A Clearer View

You’ve probably seen x-rays at your doctor’s office. To the untrained eye, the image can look pretty vague and murky. Sometimes they’re not much better for doctors. Now, doctors are studying a new technology that makes x-ray images of breasts clearer. They hope to know how much it improves detection of breast cancer.

High contrast makes photographs stand out and television pictures clearer. Now, using digital mammograms, doctors are able to turn up the contrast on images of potential cancers.

Dr. Pisano, a radiologist says, “Sometimes when you take the first shot, something that you want to see isn’t as bright or as obvious as you’d like it to be. So you can manipulate the contrast in the image to bring out the information.”

Dr. Pisano is conducting a study in which doctors will look at conventional x-rays like the one on the left and then a digital image like the one on the right. They’ll compare results to see if digital images make their diagnosis more precise.

“Our expectation is that eventually we will be able to figure out with the first mammogram whether someone has a lesion or not,” says Dr. Pisano.

That would end the uncertainty Kaye is going through. Her regular mammogram looked suspicious. So her doctor asked for another look with a digital mammogram.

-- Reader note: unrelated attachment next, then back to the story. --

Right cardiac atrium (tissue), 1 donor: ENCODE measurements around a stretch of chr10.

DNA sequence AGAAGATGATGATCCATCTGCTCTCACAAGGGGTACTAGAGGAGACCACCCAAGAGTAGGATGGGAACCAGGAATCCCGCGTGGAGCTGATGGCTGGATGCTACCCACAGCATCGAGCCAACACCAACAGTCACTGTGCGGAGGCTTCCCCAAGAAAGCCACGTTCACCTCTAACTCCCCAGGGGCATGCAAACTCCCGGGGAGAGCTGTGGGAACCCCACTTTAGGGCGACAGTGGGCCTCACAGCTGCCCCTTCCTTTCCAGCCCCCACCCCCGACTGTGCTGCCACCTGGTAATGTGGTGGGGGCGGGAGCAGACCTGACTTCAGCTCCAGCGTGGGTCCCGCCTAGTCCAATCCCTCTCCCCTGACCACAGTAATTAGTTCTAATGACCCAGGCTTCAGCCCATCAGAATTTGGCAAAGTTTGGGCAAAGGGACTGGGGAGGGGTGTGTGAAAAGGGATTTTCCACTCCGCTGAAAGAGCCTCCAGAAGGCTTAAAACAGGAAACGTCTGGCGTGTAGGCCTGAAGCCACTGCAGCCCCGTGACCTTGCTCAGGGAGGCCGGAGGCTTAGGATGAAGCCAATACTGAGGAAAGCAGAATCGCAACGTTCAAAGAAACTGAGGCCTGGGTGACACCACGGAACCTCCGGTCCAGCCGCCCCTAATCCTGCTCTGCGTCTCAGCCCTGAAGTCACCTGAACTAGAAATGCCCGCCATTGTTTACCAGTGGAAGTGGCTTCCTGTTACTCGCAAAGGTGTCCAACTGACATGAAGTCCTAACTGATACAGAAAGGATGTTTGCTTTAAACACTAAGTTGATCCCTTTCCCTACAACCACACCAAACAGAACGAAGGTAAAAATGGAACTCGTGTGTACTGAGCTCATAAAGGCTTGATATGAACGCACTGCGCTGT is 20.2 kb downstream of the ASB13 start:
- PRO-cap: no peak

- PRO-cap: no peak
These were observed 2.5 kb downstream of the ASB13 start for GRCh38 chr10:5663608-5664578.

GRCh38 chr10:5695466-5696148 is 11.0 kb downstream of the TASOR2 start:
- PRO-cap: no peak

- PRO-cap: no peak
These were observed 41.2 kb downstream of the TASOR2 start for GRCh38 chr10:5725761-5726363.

Kaye says, “It’s always concerning. Especially because they called me later the same day. I asked, ‘What did you find?'”

The mammogram is taken the same way, but the image is available instantly. Also, it can be sent to virtually any computer — no more lost x-ray films.

Dr. Pisano adds, “She’ll even be able to keep her images at home if she wants, on her home PC if she wants.”

If proven more accurate, digital mammograms could mean the difference of black and white in the world of mammography. A digital mammogram may cost more than a conventional one since the equipment is more expensive. Considering it may save the cost of unnecessary biopsies, it could save money in some cases. The study to determine accuracy will be completed by fall of 1999.

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